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5 of the best Haswell-powered notebooks you can buy today

Where to buy

At a Glance

Toshiba's Qosmio X75 is loaded with high-end components and delivers impeccable performance. If you need a desktop-replacement laptop, this is definitely one to consider.

Price when rated: $1900
Lowest price: $1,779.00 via Amazon.com Marketplace

Pros

  • High-end components deliver impressive performance
  • Surprisingly light for its size
  • 4K video via HDMI

Cons

  • Single-band (2.4GHz) 802.11n Wi-Fi adapter
  • Half-size arrow and function keys
  • No touchscreen
 Compare

At a Glance

The VAIO Pro 13 trades some performance for looks; but this Ultrabook is so beautiful, you won’t care.

Price when rated: $1400
Lowest price:

Pros

  • Supremely thin and light
  • Exquisite carbon-fiber design
  • 128GB SSD

Cons

  • Single-band 802.11n Wi-Fi adapter (2.4GHz)
  • Enough real estate for only two USB ports
  • Flat keys
Sony VAIO Pro 13
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At a Glance

The Acer Aspire V7 has a few idiosyncrasies—primarily its poorly located ports and power button—but it delivers credible gaming performance in a superslim package.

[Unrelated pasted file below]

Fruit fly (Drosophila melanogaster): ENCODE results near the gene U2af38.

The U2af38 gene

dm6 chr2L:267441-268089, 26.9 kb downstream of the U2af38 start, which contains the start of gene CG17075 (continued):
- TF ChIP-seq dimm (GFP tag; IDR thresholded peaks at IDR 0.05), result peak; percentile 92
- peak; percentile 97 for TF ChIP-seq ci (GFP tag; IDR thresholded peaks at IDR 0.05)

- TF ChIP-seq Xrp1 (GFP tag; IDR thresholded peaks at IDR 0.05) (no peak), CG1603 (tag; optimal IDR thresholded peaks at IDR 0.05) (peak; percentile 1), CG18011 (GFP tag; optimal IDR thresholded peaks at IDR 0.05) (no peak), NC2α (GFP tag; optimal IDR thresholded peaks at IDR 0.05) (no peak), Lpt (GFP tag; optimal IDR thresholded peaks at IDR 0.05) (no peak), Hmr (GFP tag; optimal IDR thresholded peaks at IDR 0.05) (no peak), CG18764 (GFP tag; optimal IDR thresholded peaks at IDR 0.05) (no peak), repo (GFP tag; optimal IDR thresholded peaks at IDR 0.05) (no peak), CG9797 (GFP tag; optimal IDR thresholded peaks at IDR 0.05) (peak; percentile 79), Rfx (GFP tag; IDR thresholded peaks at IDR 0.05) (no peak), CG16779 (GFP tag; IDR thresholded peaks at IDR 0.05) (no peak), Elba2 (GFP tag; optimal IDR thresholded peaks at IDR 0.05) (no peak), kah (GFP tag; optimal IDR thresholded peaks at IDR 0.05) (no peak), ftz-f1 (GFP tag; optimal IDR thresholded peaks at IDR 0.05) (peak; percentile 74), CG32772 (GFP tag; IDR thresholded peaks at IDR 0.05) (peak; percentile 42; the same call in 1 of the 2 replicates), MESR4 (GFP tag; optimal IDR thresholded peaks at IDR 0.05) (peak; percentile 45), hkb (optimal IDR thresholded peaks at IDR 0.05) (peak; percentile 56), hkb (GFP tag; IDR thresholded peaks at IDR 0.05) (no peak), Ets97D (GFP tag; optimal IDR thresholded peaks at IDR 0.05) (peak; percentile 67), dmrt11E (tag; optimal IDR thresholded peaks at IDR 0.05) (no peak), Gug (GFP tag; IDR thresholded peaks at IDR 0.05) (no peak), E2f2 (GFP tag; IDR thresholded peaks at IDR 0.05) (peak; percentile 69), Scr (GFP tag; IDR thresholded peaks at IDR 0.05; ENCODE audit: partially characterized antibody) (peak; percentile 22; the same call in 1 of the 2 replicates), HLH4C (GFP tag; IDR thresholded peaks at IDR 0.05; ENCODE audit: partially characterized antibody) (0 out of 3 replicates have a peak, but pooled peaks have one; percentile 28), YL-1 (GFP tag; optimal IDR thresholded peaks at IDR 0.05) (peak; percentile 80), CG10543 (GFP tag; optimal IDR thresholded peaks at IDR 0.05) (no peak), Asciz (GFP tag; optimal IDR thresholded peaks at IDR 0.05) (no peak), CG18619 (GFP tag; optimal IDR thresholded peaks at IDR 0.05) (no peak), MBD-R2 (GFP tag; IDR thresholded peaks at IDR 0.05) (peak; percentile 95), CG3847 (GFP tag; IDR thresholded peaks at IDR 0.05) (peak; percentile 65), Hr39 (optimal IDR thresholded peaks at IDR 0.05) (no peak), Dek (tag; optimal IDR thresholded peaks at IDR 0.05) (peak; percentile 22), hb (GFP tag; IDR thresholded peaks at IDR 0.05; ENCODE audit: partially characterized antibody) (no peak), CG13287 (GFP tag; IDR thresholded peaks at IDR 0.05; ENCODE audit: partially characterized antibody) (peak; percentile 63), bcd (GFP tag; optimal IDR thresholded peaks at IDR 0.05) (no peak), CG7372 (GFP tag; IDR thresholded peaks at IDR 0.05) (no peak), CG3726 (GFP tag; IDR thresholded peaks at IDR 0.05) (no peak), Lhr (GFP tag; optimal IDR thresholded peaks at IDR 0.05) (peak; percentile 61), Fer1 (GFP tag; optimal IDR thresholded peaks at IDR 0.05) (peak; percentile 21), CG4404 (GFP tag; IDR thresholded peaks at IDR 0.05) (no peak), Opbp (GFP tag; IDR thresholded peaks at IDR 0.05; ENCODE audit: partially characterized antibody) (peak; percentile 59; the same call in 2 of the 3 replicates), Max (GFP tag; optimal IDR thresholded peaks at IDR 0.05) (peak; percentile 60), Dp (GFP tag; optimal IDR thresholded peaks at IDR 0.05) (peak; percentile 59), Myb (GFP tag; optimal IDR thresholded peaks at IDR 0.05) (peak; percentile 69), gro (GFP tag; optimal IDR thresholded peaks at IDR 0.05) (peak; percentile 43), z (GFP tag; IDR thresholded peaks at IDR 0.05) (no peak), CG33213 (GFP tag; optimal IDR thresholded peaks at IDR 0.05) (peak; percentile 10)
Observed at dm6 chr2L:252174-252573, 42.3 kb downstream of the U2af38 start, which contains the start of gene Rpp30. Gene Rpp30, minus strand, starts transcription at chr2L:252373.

Price when rated: $1300

Pros

  • Bright, vibrant display
  • 12GB of DDR3/1600 memory
  • 24GB SSD cache
  • Discrete Nvidia graphics processor

Cons

  • Poorly located power button
  • Only one USB 3.0 port
  • Single-band Wi-Fi adapter (2.4GHz only)
 Compare

At a Glance

This is one of the most affordable Ultrabooks we’ve seen, and the compromises Lenovo made to get there are not showstoppers by any stretch.

Price when rated: $700

Pros

  • Elegant design
  • Excellent backlit keyboard
  • Very long battery life

Cons

  • Resolution limited to 1600 by 900
  • Only one USB 3.0 port
  • A little heavy for its size
 Compare

At a Glance

This notebook boasts a Core i7 processor, a discrete Nvidia GPU, and a 1920-by-1080 display. It's a very good value.

Price when rated: $1059

Pros

  • Intel Core i7 mobile processor
  • Discrete Nvidia graphics processor
  • 15.6-inch, 1920-by-1080-pixel display

Cons

  • Heavy
  • Lousy battery life
  • Single-band Wi-Fi adapter
 Compare

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Comments

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Varidesk Single review: This sit-stand desk has some ergonomic issues

May 13, 2014 3:00 AM

This tool is designed to let you work from both sitting and standing positions, but it's far from perfect.

READ THE RELATED ARTICLE:<

Varidesk Single review: This sit-stand desk has some ergonomic issues

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